One community to rule them all
Internet 2007. There are tons of communities available and all aspire to be the global center of networking. Without a large user base, there cannot be a community. Most net-active people have an account with at least one of the popular communities, and some (ahem) have an account for most of them. But a lot of active community users are fed up with registering on dozens of different sites and rebuild their personal profile and friends list over and over again.
Since the different communities are competitors, they will rarely make it easy for other communities to share their data and collaborate across boundaries. The catch then, as always, is how to achieve domination? Unlike earlier efforts by emperors and conquistadors, the web market won’t fall to brute force. You have to trick the audience into using your community.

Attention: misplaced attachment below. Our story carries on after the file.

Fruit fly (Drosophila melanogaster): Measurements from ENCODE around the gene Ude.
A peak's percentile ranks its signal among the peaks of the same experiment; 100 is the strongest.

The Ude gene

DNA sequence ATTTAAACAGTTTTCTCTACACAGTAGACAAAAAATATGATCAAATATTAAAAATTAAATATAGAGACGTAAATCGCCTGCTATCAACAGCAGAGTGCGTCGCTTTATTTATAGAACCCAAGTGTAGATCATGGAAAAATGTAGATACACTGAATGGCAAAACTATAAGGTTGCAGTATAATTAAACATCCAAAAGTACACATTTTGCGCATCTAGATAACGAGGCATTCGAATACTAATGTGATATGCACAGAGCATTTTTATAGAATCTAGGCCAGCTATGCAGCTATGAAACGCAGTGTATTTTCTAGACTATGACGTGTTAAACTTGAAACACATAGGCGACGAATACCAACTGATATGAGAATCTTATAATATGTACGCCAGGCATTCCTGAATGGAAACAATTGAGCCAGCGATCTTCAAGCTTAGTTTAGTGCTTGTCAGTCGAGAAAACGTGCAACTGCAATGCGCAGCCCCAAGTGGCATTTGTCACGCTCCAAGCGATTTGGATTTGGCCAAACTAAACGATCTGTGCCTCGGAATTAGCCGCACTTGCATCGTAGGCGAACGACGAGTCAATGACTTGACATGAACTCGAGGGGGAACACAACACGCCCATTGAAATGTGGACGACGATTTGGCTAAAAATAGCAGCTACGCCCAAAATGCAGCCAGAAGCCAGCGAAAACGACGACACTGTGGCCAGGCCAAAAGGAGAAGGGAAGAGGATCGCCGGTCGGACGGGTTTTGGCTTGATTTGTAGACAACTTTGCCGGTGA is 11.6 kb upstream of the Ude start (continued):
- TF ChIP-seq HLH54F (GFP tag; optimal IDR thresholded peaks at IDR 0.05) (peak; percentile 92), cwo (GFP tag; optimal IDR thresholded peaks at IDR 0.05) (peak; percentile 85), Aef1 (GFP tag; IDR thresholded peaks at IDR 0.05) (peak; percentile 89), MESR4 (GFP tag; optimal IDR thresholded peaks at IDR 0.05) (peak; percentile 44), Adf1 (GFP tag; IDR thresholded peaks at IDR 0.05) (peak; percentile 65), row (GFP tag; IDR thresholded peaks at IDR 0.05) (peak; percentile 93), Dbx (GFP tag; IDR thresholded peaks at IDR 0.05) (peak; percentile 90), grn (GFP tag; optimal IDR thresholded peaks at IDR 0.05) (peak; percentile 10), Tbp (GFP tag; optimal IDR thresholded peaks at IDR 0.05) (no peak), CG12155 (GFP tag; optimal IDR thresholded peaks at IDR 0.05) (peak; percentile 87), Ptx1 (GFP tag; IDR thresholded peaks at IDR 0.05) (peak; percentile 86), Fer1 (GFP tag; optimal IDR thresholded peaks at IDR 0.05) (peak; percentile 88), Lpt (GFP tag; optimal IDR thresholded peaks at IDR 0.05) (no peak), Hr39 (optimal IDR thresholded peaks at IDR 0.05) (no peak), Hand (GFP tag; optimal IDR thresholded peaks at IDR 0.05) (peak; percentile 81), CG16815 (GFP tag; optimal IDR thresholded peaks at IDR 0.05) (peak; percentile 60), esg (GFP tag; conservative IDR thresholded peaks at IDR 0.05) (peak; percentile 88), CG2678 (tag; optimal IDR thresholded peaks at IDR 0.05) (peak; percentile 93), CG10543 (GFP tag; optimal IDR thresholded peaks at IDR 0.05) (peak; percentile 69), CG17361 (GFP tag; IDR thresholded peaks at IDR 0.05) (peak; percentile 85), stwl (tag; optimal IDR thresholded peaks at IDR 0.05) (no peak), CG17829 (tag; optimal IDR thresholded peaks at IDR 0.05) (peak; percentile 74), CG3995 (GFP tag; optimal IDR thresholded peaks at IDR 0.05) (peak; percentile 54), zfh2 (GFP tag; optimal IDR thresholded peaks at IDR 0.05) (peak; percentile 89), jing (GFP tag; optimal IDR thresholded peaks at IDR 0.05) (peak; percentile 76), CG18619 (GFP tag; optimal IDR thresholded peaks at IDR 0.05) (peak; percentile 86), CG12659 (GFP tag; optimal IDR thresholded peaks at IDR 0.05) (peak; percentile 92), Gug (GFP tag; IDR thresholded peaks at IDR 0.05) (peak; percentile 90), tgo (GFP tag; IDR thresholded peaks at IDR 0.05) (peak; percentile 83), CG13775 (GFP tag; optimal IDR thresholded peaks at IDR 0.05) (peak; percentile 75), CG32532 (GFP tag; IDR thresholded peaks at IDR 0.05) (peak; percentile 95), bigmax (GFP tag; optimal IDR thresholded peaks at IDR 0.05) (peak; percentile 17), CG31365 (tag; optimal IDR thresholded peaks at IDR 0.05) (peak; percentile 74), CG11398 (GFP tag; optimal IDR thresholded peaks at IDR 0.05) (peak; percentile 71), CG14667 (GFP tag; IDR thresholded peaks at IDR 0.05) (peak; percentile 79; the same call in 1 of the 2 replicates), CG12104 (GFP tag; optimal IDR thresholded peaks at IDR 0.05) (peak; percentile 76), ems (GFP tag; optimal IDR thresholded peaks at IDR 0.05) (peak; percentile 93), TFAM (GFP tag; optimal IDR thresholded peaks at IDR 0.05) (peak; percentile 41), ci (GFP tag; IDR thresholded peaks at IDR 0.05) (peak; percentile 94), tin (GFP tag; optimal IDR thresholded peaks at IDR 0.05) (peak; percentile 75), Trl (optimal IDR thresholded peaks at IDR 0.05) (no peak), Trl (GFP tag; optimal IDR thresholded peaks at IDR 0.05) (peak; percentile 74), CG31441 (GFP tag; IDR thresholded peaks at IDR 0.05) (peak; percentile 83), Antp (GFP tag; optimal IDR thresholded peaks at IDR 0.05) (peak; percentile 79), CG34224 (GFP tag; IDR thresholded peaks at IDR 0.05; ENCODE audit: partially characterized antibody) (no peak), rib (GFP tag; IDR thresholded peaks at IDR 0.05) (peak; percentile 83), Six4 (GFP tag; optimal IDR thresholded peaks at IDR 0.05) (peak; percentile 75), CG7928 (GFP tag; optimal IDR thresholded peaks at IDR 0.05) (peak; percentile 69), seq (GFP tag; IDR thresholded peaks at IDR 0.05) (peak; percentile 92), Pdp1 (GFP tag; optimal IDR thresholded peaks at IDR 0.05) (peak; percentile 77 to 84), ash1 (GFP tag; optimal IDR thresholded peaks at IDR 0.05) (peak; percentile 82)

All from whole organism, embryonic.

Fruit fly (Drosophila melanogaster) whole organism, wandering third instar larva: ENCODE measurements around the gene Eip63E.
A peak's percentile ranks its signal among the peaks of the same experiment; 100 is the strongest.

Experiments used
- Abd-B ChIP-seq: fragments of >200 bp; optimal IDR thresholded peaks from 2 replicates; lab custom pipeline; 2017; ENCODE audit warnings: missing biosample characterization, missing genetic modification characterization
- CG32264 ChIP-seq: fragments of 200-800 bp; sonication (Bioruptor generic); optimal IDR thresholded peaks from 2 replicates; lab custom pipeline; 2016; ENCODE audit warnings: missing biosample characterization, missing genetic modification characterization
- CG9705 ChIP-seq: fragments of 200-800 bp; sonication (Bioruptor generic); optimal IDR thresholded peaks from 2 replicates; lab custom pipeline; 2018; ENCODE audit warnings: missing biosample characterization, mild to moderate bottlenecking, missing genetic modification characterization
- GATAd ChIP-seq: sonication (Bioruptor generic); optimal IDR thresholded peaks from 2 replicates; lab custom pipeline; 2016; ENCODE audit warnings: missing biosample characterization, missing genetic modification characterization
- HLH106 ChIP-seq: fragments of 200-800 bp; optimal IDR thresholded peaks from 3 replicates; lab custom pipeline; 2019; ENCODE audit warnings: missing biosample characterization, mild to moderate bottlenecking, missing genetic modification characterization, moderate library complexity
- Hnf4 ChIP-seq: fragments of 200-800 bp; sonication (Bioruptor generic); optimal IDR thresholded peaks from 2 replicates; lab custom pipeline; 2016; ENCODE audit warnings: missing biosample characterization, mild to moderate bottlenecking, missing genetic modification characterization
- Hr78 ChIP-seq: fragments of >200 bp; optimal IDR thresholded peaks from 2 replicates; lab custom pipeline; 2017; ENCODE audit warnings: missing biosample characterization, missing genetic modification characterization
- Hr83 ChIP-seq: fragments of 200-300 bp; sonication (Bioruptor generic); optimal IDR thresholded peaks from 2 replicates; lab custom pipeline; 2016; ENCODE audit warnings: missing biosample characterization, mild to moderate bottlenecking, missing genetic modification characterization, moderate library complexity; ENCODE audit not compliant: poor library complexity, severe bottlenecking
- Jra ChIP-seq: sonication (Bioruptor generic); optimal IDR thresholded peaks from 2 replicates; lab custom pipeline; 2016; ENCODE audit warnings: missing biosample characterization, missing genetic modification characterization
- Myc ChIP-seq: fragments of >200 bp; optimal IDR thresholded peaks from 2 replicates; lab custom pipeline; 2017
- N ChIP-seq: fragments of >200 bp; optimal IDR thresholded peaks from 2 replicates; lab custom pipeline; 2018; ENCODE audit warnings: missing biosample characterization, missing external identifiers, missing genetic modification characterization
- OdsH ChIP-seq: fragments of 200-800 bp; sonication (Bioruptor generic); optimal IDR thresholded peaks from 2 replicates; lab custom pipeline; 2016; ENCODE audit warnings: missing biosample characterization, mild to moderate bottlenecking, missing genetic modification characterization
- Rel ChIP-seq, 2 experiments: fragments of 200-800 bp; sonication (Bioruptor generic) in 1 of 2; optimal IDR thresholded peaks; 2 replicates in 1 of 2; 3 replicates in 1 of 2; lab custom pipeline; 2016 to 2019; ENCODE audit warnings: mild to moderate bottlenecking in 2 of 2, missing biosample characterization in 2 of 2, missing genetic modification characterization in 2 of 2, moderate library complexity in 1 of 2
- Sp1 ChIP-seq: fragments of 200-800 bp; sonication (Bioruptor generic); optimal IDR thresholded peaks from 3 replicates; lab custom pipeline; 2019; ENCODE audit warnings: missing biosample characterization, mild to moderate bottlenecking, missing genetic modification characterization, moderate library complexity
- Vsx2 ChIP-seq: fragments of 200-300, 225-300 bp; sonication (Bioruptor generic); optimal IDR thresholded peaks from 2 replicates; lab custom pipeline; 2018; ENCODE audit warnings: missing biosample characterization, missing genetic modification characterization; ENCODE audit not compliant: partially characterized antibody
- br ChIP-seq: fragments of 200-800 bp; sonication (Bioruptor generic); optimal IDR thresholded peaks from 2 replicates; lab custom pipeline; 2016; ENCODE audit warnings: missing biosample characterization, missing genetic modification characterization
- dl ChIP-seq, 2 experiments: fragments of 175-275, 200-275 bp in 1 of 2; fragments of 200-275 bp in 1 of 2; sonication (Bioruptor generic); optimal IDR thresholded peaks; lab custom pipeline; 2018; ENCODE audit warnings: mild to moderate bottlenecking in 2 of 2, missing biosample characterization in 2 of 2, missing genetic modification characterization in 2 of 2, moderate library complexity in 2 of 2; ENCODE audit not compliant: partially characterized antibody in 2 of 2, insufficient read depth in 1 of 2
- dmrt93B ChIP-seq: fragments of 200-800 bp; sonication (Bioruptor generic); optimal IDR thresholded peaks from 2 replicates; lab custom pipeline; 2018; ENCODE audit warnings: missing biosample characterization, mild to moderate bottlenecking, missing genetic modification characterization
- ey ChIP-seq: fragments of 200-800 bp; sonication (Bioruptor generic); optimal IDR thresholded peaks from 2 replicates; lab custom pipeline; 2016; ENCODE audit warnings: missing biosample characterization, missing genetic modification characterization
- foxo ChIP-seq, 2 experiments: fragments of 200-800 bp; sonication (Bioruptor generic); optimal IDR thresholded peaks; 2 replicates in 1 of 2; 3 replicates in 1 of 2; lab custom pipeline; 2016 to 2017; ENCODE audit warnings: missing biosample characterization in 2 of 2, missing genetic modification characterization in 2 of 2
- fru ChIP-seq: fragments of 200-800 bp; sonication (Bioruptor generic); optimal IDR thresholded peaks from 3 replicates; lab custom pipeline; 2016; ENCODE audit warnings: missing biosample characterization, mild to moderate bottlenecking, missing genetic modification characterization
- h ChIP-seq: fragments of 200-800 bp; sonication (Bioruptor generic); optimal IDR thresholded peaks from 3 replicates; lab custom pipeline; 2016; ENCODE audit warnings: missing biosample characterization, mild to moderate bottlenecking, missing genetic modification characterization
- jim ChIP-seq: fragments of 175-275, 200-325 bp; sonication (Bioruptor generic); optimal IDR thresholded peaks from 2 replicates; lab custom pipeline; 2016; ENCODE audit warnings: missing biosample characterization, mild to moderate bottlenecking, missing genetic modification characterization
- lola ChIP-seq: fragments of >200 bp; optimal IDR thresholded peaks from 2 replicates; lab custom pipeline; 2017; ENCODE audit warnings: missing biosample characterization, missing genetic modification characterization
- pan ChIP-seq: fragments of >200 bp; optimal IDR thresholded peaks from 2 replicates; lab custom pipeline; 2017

Most importantly, make it global. A lot of successful sites have failed because of this. Helgon is a community for people with alternative music interests, but since the interface is written in Swedish, it cannot achieve a large user base outside Sweden.
Don’t focus on a narrow user base. Lunarstorm used to be the number one community, but I haven’t touched it in five years. The reason for my absence is the juvenile feeling of it.
Make something different. Stand out from the other platforms. The newcomer Facebook maintains a list of your friends activities. X did this, Y is now friends with Z and so on. At the moment, this is a very successful approach for making people get back often. Lunarstorm uses a score system, where you get points for various activities. People with higher score are supposed to be cooler, or something like that. Trig uses a system where users “trig” other users, thus marking them as popular. This is somewhat better than Lunarstorm’s approach, since it forces the user to make other people enjoy their presence, but it can easily be abused by trig exchanges (“you scratch my back, I scratch yours”).
While waiting for the perfect community, I guess we are doomed to rebuild our online presences again and again.